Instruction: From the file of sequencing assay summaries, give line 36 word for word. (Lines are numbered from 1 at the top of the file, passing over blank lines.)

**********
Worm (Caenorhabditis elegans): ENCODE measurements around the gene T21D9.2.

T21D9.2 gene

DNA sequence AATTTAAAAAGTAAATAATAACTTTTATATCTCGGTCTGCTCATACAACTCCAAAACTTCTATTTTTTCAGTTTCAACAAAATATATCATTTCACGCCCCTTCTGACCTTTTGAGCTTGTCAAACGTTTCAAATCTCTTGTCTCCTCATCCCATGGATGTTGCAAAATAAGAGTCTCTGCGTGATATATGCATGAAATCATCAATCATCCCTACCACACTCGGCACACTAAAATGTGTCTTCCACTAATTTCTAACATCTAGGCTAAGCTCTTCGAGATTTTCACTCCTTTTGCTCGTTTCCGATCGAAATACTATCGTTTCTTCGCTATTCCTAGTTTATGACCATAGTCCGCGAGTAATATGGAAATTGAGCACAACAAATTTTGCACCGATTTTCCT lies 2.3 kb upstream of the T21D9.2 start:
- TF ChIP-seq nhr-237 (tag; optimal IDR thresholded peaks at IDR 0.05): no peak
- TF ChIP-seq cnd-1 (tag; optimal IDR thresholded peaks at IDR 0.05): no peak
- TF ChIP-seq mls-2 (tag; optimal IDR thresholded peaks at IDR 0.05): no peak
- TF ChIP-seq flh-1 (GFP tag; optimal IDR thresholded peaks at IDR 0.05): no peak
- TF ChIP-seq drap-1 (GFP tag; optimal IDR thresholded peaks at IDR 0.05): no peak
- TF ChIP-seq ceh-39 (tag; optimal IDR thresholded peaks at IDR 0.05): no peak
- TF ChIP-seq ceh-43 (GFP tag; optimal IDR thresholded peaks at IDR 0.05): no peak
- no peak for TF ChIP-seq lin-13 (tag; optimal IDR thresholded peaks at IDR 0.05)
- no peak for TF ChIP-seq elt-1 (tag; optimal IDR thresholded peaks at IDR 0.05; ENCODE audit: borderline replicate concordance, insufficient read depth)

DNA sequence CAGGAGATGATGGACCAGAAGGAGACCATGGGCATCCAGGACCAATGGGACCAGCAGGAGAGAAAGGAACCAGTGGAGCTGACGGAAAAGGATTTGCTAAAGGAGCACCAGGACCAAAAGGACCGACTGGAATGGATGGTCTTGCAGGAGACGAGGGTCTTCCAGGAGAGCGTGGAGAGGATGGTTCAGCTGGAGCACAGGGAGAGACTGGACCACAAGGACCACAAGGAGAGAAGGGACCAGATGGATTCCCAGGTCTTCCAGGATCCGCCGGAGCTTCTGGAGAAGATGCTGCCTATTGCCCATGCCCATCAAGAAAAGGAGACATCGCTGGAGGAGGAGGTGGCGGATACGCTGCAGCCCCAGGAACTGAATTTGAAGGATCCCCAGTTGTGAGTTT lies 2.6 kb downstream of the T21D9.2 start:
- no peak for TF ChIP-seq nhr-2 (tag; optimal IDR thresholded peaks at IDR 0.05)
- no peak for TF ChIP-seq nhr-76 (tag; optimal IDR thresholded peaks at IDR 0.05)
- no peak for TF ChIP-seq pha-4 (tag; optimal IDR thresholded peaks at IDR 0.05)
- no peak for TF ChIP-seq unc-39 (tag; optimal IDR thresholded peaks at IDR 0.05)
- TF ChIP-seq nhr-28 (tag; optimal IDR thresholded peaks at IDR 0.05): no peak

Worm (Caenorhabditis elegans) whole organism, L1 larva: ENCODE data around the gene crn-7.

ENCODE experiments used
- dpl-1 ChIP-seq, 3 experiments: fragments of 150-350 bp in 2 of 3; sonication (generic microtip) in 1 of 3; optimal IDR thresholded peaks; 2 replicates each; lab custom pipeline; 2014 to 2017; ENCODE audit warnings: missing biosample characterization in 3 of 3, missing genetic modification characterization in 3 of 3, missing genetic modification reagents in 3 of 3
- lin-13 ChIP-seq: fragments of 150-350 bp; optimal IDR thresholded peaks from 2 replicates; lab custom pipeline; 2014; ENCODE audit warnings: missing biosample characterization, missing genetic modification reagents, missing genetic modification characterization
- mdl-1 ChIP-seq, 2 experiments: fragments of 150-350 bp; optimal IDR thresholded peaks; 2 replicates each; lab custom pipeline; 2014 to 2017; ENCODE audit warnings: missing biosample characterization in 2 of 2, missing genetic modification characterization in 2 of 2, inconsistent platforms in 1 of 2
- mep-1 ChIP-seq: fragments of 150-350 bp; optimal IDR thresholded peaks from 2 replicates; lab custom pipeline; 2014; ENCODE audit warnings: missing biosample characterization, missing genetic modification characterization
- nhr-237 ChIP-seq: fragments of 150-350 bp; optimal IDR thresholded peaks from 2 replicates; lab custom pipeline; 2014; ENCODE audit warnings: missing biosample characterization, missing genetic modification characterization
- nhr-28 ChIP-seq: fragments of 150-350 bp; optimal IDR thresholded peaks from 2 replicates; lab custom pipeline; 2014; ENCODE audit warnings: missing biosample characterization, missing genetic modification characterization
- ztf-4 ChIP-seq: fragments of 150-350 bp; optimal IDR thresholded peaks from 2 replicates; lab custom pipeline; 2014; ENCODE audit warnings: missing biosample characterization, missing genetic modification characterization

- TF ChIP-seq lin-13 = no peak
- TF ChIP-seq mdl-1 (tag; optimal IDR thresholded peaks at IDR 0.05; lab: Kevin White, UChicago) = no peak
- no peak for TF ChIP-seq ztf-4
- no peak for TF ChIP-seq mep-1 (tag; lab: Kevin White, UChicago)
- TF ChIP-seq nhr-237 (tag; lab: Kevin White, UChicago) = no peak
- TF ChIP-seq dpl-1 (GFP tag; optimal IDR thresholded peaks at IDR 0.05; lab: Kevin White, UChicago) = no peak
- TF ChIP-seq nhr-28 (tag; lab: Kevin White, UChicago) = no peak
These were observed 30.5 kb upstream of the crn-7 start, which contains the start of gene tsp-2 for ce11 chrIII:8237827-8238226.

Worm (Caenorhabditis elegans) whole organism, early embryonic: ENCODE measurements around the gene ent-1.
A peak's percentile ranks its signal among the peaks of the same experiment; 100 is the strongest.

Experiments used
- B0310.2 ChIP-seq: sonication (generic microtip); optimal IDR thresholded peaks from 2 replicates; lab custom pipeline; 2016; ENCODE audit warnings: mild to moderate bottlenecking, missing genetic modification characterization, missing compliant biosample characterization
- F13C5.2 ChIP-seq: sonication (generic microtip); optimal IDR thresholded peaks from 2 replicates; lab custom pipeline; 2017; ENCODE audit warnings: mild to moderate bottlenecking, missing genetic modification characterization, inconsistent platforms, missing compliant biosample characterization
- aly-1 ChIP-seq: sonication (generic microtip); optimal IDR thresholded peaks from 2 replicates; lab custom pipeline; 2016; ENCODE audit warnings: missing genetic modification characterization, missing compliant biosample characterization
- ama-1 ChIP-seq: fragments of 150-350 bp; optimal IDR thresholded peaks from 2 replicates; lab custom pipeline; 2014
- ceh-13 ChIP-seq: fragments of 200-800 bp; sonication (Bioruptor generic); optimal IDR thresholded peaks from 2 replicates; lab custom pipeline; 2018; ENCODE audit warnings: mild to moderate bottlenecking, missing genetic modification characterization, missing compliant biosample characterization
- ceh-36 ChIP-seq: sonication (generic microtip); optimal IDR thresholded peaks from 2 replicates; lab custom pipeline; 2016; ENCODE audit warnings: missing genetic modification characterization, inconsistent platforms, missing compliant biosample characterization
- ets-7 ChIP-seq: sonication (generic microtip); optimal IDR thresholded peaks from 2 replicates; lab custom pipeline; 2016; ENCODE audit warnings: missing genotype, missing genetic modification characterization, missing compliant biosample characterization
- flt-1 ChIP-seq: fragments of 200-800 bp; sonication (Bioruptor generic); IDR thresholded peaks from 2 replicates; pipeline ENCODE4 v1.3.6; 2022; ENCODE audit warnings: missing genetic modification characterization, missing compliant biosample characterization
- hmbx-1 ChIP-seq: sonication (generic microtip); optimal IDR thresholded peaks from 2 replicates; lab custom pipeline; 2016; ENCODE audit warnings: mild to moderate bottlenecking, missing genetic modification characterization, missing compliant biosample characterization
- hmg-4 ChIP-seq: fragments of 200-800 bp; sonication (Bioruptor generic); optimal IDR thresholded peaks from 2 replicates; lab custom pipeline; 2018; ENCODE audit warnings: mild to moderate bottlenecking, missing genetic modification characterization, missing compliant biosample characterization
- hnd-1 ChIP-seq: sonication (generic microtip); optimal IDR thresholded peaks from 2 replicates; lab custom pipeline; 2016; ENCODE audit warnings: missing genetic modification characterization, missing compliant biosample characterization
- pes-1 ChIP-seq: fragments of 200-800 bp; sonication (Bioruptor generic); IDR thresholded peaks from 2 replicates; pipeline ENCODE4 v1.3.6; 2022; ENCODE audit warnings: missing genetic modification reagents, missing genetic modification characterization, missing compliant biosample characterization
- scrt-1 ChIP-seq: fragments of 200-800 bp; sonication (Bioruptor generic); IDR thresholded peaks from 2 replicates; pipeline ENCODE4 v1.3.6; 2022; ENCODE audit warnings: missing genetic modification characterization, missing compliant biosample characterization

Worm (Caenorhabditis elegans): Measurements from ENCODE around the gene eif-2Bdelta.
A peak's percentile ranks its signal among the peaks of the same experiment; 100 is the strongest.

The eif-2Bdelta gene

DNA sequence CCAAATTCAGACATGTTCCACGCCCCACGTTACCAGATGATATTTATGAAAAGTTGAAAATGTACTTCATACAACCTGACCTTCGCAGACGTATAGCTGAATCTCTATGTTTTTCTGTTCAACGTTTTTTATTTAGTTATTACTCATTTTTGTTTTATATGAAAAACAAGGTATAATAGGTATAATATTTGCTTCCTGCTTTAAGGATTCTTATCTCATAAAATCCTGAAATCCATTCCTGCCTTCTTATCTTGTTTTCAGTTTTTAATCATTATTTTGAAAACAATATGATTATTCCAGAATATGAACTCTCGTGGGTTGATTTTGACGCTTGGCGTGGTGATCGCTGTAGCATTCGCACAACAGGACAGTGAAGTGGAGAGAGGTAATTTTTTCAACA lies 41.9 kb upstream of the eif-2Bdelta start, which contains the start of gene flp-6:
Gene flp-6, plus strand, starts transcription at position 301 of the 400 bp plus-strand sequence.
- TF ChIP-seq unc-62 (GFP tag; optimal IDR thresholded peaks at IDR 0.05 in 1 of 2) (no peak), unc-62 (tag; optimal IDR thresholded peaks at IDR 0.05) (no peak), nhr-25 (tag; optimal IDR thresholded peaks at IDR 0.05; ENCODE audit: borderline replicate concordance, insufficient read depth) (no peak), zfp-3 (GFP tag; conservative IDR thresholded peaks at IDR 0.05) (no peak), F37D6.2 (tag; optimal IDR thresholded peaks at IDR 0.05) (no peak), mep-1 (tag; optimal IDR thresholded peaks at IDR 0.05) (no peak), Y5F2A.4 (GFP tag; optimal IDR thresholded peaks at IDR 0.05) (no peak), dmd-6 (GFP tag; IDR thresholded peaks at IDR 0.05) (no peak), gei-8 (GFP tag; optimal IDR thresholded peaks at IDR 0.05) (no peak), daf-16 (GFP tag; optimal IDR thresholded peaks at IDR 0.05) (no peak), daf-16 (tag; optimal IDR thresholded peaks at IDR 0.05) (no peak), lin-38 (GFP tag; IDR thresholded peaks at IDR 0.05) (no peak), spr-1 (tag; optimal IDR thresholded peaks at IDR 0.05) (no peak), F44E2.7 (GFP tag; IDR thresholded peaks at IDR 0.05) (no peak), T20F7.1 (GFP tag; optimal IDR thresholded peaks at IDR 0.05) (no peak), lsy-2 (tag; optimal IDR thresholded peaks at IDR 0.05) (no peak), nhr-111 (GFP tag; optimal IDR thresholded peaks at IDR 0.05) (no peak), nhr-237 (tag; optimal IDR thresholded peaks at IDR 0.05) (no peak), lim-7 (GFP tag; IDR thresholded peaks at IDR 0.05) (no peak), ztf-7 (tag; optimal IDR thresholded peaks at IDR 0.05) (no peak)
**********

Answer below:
Worm (Caenorhabditis elegans) whole organism, early embryonic: ENCODE measurements around the gene ent-1.